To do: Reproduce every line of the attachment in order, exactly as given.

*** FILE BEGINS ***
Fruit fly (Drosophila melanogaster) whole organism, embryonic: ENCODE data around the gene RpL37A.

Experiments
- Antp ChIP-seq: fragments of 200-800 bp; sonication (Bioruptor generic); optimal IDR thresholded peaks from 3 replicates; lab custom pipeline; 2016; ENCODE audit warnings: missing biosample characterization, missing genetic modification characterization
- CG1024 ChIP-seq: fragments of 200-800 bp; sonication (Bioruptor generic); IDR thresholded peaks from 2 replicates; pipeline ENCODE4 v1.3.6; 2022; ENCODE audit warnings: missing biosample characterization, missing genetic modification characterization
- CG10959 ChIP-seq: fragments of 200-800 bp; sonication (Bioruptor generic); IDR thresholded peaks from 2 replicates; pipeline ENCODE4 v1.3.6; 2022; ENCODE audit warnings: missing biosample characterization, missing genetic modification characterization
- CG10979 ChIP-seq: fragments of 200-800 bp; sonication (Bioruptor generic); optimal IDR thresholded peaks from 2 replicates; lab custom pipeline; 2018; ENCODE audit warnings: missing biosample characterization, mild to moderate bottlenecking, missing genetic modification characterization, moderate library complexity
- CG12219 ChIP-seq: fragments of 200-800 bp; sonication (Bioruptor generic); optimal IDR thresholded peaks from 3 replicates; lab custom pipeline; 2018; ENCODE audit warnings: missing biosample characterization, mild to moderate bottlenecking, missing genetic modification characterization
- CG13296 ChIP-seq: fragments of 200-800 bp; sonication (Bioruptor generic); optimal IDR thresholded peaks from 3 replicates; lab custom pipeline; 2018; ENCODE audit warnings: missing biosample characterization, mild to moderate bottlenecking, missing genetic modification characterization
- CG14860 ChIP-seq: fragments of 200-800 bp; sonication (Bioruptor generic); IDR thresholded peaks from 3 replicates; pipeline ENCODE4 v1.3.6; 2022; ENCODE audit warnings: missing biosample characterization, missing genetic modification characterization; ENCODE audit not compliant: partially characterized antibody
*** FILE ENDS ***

Fruit fly (Drosophila melanogaster) whole organism, embryonic: ENCODE data around the gene RpL37A.

Experiments
- Antp ChIP-seq: fragments of 200-800 bp; sonication (Bioruptor generic); optimal IDR thresholded peaks from 3 replicates; lab custom pipeline; 2016; ENCODE audit warnings: missing biosample characterization, missing genetic modification characterization
- CG1024 ChIP-seq: fragments of 200-800 bp; sonication (Bioruptor generic); IDR thresholded peaks from 2 replicates; pipeline ENCODE4 v1.3.6; 2022; ENCODE audit warnings: missing biosample characterization, missing genetic modification characterization
- CG10959 ChIP-seq: fragments of 200-800 bp; sonication (Bioruptor generic); IDR thresholded peaks from 2 replicates; pipeline ENCODE4 v1.3.6; 2022; ENCODE audit warnings: missing biosample characterization, missing genetic modification characterization
- CG10979 ChIP-seq: fragments of 200-800 bp; sonication (Bioruptor generic); optimal IDR thresholded peaks from 2 replicates; lab custom pipeline; 2018; ENCODE audit warnings: missing biosample characterization, mild to moderate bottlenecking, missing genetic modification characterization, moderate library complexity
- CG12219 ChIP-seq: fragments of 200-800 bp; sonication (Bioruptor generic); optimal IDR thresholded peaks from 3 replicates; lab custom pipeline; 2018; ENCODE audit warnings: missing biosample characterization, mild to moderate bottlenecking, missing genetic modification characterization
- CG13296 ChIP-seq: fragments of 200-800 bp; sonication (Bioruptor generic); optimal IDR thresholded peaks from 3 replicates; lab custom pipeline; 2018; ENCODE audit warnings: missing biosample characterization, mild to moderate bottlenecking, missing genetic modification characterization
- CG14860 ChIP-seq: fragments of 200-800 bp; sonication (Bioruptor generic); IDR thresholded peaks from 3 replicates; pipeline ENCODE4 v1.3.6; 2022; ENCODE audit warnings: missing biosample characterization, missing genetic modification characterization; ENCODE audit not compliant: partially characterized antibody